It’s risk, but not as we know it
In this context, boards are not the only institutions struggling to keep up with the pace of AI. Regulators are being left behind too as new technologies outpace their ability to oversee them. While the rules they set – around data privacy and security, for example – must be complied with, regulators don’t offer boards much support when it comes to guiding the risk management agenda.
Best practice boards have a bias to action, and they know they need to move faster and be bolder on AI. Yet, not only are most board directors constrained by a knowledge gap when it comes to exploiting the benefits of AI, they are also effectively on their own governing the associated risks — risks which are both novel and substantial across every industry.
Evidence suggests that public trust in autonomous, intelligent and robotic systems is uncertain and easily damaged. Despite their transformative power, these systems are not fail-safe — they can malfunction, be corrupted or contain algorithmic human bias with potentially fatal consequences. It is up to the board therefore to make sure that trust is earned rather than destroyed.
“It may be new territory, but being bold and embracing innovations such as AI is critical,” said Sharon Sutherland, EY Global Center for Board Matters Leader and EY Global Markets Strategy and Operations Leader. “The role of the board is to help provide perspective, prevent negligence and ensure organizational longevity. Advocacy for AI is one of the key components to realize this.”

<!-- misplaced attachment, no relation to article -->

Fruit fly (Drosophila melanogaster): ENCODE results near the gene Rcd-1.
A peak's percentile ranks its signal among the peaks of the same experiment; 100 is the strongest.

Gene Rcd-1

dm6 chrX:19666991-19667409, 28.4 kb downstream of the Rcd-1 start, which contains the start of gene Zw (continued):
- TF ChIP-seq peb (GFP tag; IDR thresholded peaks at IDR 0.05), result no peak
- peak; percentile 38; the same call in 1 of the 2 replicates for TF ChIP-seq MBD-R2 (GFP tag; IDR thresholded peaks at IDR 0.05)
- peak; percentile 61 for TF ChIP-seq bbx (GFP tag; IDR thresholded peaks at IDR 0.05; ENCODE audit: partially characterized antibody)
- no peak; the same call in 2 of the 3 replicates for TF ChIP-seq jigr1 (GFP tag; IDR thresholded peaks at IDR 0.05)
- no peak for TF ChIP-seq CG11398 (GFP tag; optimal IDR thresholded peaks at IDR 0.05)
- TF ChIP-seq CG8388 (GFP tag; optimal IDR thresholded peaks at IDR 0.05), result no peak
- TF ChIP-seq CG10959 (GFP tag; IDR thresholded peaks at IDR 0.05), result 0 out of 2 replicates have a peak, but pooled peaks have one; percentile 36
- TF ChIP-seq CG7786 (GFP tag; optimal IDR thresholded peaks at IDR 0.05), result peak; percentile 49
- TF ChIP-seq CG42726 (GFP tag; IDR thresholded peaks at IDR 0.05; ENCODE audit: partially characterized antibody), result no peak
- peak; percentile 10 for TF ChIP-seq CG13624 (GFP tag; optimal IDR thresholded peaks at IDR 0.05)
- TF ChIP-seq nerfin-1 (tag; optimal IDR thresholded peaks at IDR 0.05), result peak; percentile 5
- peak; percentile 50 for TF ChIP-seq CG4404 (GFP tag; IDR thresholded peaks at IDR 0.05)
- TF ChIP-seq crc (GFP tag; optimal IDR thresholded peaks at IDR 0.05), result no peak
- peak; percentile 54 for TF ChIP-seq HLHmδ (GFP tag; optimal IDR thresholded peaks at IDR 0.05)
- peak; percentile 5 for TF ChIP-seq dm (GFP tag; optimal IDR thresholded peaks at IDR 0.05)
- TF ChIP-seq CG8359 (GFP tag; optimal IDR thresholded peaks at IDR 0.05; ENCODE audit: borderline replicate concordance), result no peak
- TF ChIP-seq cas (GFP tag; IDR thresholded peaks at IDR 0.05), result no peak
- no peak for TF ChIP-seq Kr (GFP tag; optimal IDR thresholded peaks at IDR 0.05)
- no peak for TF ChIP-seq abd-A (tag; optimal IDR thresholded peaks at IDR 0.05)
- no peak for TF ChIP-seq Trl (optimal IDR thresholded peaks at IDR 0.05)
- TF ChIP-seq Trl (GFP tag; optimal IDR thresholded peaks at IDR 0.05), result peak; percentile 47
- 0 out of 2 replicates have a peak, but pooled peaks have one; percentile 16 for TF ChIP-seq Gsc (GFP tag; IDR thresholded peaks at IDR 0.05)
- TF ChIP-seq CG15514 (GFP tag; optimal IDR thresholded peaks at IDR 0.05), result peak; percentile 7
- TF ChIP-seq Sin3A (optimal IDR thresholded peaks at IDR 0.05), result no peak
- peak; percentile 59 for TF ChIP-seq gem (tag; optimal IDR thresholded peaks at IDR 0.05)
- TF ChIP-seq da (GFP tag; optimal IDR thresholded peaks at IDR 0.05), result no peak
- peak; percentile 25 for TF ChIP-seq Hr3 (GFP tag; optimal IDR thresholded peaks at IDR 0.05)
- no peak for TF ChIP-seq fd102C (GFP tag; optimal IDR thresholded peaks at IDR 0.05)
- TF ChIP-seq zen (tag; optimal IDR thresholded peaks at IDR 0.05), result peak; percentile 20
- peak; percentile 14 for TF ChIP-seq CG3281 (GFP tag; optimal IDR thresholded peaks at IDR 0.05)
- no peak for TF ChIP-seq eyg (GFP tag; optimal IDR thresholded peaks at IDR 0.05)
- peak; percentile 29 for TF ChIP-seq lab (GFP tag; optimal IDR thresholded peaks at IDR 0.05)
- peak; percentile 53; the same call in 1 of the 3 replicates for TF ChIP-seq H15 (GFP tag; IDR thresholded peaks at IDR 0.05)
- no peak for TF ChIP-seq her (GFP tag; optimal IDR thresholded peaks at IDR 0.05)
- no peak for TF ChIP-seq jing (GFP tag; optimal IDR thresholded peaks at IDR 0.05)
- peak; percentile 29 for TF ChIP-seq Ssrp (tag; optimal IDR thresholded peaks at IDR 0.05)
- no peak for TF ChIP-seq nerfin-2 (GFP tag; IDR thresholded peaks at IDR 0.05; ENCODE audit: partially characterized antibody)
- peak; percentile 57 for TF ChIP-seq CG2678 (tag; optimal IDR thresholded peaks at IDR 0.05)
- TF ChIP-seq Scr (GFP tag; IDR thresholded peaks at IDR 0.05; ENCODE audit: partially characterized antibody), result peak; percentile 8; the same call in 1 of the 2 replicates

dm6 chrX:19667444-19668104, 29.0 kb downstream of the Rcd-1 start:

A new framework for sustaining trust in AI
To achieve this in a way that is authentic and long lasting, boards need to move beyond just managing risk in the age of AI, to sustaining trust. This mindset shift creates a new set of organizational principles. Trust should be thought of in a framework, which is applied not only to organizational systems but to all processes impacted by AI. When thinking about trust in a systems framework there are many dimensions: ethics, responsibility, accountability, transparency and ultimately the explain-ability of those underlying systems. Without taking a holistic approach, it’s very difficult to sustain trust over time.
“The potential of AI to transform our world is tremendous, but the risks are significant, complex and fast-evolving,” said Nicola Morini Bianzino, EY Global Chief Client Technology Officer. “Those who embed the principles of trust in AI from the start are better positioned to reap AI’s greatest rewards.”
With trust embedded, organizations can then start to fully realize the potential opportunities that AI will bring. These wider conversations are starting to happen. Boards are beginning to talk about the power of AI to make sense of the huge – and growing – volumes of data their businesses now generate. They’re looking into how AI can help achieve efficiencies in manufacturing and supply chains, automate routine back-office tasks, improve decision making and deliver a more personalized retail experience for customers.
“Customers are starting to expect AI whether they understand it or not, so if you’re not meeting that new expectation with customers, your experience and the service you’re providing will feel increasingly dated and uncompetitive,” said Keith Strier, EY Global and EY Americas Consulting Leader for AI.